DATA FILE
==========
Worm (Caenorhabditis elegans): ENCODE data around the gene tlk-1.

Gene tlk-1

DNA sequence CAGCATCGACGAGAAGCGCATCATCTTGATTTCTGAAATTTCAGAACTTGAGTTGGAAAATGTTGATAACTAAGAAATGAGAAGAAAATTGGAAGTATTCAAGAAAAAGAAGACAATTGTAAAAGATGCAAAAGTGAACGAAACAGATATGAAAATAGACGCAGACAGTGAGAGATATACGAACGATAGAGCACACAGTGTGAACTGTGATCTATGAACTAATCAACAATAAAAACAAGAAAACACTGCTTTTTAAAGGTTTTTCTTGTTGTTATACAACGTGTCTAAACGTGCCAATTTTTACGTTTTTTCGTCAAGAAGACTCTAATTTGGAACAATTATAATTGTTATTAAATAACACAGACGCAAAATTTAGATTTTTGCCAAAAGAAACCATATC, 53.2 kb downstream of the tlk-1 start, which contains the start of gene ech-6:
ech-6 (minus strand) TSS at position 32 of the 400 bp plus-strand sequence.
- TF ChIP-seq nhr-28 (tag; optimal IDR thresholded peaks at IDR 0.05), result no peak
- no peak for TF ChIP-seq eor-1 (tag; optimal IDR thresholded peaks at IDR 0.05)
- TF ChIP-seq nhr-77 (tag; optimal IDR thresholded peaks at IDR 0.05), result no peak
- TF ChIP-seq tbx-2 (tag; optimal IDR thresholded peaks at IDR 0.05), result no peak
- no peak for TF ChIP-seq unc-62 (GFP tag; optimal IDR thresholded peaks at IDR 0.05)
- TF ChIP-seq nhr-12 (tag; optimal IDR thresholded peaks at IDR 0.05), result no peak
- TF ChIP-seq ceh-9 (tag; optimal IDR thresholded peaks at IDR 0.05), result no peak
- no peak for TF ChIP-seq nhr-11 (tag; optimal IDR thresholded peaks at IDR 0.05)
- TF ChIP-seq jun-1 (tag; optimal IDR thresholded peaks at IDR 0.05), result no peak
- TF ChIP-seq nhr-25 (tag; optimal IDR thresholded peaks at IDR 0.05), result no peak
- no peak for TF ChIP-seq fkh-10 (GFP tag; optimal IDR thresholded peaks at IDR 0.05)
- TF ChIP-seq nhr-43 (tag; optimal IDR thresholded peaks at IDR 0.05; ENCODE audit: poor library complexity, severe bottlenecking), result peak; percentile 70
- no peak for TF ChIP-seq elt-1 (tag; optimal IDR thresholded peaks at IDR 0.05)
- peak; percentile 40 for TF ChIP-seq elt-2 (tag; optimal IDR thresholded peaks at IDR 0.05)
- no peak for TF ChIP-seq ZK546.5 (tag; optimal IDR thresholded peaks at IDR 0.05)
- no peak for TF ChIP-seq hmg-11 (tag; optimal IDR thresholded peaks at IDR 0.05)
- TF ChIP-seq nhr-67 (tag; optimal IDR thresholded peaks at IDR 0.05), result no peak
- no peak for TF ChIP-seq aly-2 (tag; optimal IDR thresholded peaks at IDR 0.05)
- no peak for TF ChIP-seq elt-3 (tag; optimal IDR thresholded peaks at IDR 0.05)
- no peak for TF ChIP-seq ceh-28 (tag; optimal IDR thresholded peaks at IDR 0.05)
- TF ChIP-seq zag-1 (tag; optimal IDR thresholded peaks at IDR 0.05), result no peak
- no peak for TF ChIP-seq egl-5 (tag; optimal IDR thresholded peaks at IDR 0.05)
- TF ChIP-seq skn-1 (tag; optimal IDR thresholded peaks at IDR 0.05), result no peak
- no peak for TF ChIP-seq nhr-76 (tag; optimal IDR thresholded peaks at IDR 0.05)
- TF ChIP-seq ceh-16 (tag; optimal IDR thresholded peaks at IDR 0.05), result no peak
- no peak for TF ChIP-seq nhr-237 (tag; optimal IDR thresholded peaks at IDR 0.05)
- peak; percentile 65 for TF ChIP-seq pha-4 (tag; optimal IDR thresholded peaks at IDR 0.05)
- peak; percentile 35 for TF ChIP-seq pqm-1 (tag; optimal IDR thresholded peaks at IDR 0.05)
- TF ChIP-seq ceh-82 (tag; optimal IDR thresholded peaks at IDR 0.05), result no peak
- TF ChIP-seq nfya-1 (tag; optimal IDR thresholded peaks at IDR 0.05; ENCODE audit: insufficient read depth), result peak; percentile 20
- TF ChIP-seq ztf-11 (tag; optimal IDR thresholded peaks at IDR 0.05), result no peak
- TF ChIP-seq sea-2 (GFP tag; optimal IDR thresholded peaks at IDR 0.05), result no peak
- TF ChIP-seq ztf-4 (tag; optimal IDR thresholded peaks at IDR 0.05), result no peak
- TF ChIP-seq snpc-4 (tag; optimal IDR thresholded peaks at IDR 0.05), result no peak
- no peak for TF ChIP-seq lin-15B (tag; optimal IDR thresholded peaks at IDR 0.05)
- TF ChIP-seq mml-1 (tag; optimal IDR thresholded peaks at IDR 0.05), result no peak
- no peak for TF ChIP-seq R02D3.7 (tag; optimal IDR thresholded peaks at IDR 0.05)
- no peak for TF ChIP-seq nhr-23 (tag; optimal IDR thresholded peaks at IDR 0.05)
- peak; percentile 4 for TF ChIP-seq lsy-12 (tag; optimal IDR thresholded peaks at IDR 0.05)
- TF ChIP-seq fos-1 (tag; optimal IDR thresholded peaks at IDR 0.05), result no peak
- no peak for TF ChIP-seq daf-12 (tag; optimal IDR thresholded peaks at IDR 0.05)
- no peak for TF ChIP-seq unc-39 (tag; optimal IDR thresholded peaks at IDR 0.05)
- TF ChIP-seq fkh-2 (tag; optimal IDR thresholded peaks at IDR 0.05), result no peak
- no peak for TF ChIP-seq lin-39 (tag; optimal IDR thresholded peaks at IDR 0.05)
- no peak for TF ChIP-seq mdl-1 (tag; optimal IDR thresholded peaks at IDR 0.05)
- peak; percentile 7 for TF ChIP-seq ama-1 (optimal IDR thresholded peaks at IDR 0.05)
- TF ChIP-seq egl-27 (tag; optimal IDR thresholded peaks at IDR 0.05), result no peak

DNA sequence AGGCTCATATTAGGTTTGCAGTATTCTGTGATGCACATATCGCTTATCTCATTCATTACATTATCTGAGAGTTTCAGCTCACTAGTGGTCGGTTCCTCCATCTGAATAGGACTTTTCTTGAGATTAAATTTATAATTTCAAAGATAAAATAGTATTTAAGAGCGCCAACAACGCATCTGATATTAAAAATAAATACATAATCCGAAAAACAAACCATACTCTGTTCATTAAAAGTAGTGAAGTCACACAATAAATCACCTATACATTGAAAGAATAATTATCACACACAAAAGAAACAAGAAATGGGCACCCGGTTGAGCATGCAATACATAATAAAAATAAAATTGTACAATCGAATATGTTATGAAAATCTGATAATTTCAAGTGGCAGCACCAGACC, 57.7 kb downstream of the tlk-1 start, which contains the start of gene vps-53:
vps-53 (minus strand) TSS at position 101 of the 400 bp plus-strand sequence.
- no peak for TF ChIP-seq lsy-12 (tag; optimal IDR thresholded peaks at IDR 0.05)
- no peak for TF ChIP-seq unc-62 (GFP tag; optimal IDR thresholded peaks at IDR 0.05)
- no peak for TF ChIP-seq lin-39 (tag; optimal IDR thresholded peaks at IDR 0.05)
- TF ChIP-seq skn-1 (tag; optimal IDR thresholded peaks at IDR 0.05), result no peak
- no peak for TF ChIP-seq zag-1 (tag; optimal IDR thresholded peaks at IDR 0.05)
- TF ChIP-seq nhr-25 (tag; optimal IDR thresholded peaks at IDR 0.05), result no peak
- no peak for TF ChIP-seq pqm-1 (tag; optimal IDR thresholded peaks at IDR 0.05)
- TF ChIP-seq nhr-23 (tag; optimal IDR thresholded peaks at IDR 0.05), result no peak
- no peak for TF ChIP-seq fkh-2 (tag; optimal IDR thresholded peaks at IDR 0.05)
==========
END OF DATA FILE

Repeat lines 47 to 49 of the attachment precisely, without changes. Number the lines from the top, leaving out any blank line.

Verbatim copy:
- TF ChIP-seq fkh-2 (tag; optimal IDR thresholded peaks at IDR 0.05), result no peak
- no peak for TF ChIP-seq lin-39 (tag; optimal IDR thresholded peaks at IDR 0.05)
- no peak for TF ChIP-seq mdl-1 (tag; optimal IDR thresholded peaks at IDR 0.05)